Fiji, Sri Lanka, Malaysia and Maldives are in the strongest position to revive their pandemic-battered tourism industries among Asia Pacific destinations, while Hong Kong has the worst prospects due to its restrictive border policies, a new report says.
Singapore, Australia, Bangladesh, New Zealand, Nepal and Cambodia also rank among the top 10 destinations best placed for a tourism recovery, according to the Travel-ready index 2022 released by the Economist Intelligence Unit (EIU).
The EIU said the top performers in the index have all eased visa and entry restrictions since 2021 or earlier.
“A combination of broader and more effective vaccination coverage and greater reliance on tourism have lent themselves to less restrictive travel policies,” the EIU said in its report released on Wednesday.
Northeast Asian economies, which are less reliant on tourism, have been slower to reopen, the report said, predicting China and its territories of Hong Kong and Macau would stick with their strict “dynamic zero COVID” policies at least for 2022.
“While Macau benefits from a bilateral arrangement in which mainland‐ Chinese tourists can visit that territory without quarantine, Hong Kong — a global trade and financial hub — will suffer as it loses connectivity to the world,” the EIU said.
Thailand, India, Philippines, Papua New Guinea, Indonesia, Vietnam, Mongolia and South Korea were ranked mid-table for tourism conditions.
The index measures the favorability of conditions for tourism based on the importance of tourism to the economy, local vaccination coverage, ease of travel, and the convenience of returning home.
Gary Bowerman, director of Kuala Lumpur-based travel and tourism research firm Check-in Asia, said the report shows that the Asia Pacific remains far behind Europe and North America when it comes to restarting travel.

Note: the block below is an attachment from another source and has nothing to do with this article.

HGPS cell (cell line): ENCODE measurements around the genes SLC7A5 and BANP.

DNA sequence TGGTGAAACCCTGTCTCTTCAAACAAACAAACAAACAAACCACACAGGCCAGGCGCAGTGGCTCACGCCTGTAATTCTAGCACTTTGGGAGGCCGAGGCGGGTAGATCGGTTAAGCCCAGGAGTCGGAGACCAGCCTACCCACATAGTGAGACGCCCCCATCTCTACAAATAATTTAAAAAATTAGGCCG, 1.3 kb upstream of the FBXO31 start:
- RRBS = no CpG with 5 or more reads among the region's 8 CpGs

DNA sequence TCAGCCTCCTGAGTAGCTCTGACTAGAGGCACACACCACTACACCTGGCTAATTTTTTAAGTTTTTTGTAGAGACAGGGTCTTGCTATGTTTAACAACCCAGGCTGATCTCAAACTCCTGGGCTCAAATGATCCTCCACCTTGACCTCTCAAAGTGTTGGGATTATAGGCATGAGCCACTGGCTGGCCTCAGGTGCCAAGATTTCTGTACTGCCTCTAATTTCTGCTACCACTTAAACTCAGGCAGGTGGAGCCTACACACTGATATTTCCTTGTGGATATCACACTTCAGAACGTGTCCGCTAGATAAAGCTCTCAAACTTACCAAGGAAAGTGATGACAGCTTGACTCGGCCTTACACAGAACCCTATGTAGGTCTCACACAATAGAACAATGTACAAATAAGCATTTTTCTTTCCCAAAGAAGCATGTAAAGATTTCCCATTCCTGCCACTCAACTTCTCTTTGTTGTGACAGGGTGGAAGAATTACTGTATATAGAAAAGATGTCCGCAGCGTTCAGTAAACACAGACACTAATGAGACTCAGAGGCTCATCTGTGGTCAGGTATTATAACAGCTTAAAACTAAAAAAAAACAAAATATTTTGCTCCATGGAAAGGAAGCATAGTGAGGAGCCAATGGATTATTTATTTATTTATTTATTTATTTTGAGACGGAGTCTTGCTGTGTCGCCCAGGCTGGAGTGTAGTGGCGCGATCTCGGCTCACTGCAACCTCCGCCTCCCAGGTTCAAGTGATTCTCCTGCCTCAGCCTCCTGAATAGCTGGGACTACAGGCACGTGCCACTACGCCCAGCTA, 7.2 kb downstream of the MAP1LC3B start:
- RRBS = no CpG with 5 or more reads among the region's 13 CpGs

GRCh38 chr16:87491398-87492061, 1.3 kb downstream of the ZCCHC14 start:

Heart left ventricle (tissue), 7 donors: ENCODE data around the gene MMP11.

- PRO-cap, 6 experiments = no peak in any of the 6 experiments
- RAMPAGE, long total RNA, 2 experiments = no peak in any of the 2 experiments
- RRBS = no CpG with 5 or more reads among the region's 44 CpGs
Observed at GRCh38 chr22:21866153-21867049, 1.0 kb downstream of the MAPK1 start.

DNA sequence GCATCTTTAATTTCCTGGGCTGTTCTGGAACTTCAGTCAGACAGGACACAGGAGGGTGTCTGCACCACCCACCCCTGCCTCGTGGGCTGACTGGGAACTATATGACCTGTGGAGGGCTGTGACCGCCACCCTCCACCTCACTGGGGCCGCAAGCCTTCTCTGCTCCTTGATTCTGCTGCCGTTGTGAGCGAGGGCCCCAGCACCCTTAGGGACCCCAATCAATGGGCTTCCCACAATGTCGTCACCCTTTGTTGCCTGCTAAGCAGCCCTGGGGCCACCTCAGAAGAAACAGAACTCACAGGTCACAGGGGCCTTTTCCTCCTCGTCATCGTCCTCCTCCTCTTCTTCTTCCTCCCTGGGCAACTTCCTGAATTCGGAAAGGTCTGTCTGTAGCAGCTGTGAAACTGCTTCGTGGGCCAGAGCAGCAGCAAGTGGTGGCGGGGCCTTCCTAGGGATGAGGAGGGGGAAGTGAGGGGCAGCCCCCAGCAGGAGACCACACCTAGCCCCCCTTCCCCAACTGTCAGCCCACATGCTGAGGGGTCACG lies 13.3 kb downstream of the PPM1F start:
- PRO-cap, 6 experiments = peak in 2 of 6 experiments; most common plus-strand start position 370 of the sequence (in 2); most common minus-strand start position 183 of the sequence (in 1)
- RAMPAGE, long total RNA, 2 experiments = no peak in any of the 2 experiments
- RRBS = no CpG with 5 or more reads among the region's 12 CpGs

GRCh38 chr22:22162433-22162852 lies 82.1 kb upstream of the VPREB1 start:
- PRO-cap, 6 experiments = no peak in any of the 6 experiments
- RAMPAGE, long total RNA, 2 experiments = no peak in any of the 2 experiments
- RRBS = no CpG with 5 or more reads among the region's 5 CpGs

“Asia is starting its tourism reopening much later than the rest of the world,” Bowerman told Al Jazeera. “If you look at Europe and North America, even during the pandemic, they opened and closed during the summer seasons, so in 2020 and 2021, Europe was open for travel.”
The EIU said tourism in the region, with the exception of Fiji and the Maldives, would likely not recover to pre-pandemic levels until at least 2024, largely as a result of China’s restrictive border policies. Among the 28 economies in the index, 13 relied on China as their top source of visitors before the pandemic.
Other risks to the recovery highlighted by the think tank include new coronavirus variants, higher oil prices and soaring inflation.
“Most countries are pretty much starting again almost from scratch, after two years, and rebuilding everything in the tourism industry is very difficult after two years of being closed down, particularly with the airlines,” Bowerman said.
“The airlines are the big factor here because they’ve taken huge hits over the past two years and they are being very cautious about how they put back flights into their system because they’ve got balance sheets that are really struggling. They’ve also got jet fuel prices which are incredibly volatile right now and the Ukraine-Russia war is not helping.”